PlayerUnknown's Battlegrounds, or PUBG, has been blocked across the country after parents filed a complaint that it was detrimental to their children. India is considering a similar ban.
The government of Nepal has banned the popular video game PlayerUnknown's Battlegrounds (PUBG), saying on Friday that the game was having "negative psychological impacts on children and teenagers." The country's telecommunications authority has instructed internet service providers to block access to PUBG.
Nepalese parents had sought the ban after reporting an uptick in violent behavior amongst their children.
"Parents had filed a petition at a district court seeking a ban. The court ordered police to consult psychologists, who recommended a ban because it was having negative psychological impacts on children and teenagers," Sandip Adhikari, a spokesman for the Nepal Telecommunications Authority, told German news agency DPA.
India is also mulling a ban on the game after a teenager committed suicide when his parents tried to restrict his time with the game. PUGB is already banned in the state of Gujarat, and a minister in the coastal state of Goa has described the game as "a demon in every house."
Experts dispute violence connection
Released by a subsidiary of the South Korean video game company Bluehole in 2017, PUBG was inspired by the Japanese novel and film Battle Royale, a dystopian thriller about a group of teenagers forced to fight to the death by the government. In the game, a group of up to 100 players are parachuted onto an island with the goal of being the final survivor. The players must outsmart or fight each other to survive as the game's map shrinks in size.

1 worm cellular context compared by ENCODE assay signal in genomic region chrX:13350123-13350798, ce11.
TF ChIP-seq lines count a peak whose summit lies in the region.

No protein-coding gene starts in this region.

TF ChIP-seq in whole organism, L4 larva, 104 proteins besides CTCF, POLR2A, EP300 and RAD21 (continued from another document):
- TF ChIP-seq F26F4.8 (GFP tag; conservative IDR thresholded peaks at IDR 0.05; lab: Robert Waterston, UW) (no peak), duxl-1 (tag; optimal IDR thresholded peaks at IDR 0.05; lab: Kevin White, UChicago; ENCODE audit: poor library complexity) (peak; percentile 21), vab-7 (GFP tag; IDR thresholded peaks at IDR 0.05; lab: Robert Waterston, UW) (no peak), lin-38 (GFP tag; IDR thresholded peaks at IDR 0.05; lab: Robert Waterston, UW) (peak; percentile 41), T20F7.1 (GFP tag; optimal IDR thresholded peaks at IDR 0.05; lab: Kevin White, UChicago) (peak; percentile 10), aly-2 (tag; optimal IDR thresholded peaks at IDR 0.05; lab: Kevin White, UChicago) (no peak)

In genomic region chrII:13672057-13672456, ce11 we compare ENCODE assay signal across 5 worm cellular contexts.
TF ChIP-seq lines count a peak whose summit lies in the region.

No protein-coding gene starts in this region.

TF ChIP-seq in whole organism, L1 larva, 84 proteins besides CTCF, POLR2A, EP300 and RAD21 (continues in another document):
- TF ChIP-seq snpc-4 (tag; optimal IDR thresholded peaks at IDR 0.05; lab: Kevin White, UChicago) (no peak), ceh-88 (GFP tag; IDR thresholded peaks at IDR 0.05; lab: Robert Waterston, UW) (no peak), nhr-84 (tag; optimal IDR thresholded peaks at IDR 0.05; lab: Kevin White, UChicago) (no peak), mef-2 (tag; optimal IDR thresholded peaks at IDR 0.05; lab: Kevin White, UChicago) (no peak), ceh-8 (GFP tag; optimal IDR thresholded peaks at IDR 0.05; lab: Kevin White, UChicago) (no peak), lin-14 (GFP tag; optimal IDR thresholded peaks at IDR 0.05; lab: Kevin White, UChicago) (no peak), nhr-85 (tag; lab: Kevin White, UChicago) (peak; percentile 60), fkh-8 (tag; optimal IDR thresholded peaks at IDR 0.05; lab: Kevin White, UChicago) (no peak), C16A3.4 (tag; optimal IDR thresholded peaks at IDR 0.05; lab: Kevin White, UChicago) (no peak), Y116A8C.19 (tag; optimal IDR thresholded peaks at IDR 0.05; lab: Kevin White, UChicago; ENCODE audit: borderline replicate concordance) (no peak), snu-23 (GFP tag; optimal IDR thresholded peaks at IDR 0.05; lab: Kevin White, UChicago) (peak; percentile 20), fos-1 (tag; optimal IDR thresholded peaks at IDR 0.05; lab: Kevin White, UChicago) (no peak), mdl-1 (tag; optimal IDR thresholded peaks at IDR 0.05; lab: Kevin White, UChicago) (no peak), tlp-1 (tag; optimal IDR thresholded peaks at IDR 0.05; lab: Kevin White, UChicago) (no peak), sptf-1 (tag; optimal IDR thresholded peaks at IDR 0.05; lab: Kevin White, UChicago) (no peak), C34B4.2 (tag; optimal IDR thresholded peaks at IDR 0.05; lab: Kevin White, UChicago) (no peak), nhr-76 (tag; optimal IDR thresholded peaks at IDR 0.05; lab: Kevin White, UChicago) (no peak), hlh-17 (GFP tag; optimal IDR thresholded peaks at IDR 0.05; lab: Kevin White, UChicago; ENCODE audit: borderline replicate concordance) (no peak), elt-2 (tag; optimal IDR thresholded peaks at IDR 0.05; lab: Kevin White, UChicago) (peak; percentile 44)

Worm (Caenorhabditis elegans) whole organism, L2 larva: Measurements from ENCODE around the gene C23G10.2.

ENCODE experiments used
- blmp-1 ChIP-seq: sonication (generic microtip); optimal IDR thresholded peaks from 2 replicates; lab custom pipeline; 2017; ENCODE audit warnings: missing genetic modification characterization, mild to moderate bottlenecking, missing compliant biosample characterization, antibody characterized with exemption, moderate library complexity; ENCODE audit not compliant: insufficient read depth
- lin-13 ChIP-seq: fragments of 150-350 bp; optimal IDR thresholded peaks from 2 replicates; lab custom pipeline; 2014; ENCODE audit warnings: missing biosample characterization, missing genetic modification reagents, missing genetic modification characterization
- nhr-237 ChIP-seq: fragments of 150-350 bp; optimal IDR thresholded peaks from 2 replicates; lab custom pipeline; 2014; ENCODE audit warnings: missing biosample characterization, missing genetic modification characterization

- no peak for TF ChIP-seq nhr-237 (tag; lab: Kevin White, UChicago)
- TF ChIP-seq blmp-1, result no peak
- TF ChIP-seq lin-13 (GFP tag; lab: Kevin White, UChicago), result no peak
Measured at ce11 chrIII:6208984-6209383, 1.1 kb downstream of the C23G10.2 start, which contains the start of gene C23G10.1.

The game can be played on consoles, PCs, tablets and smartphones, and it is one of the best-selling and most-played video games of all time with 400 million players in total. It inspired the also massively famous 'battle royale' version of the game Fortnite, which has been criticized by parents and teachers' groups, professional sports coaches and even the likes of the UK's Prince Harry for its addictive nature.
Experts who study video games have long disputed the idea that video games can lead children to exhibit violent behavior, likening it to a similar hysteria that parents once exhibited about rock music. A 2012 paper by the University of Gothenburg in Sweden found that fighting-based video games did not increase aggression, but rather boost cooperation and problem-solving skills.
Professor Jane McGonigal, a University of California-based researcher on video games, has said in interviews that while addiction to video games, which she defines as upward of 20 hours a week, can have adverse health effects, there is no connection between games and violent actions.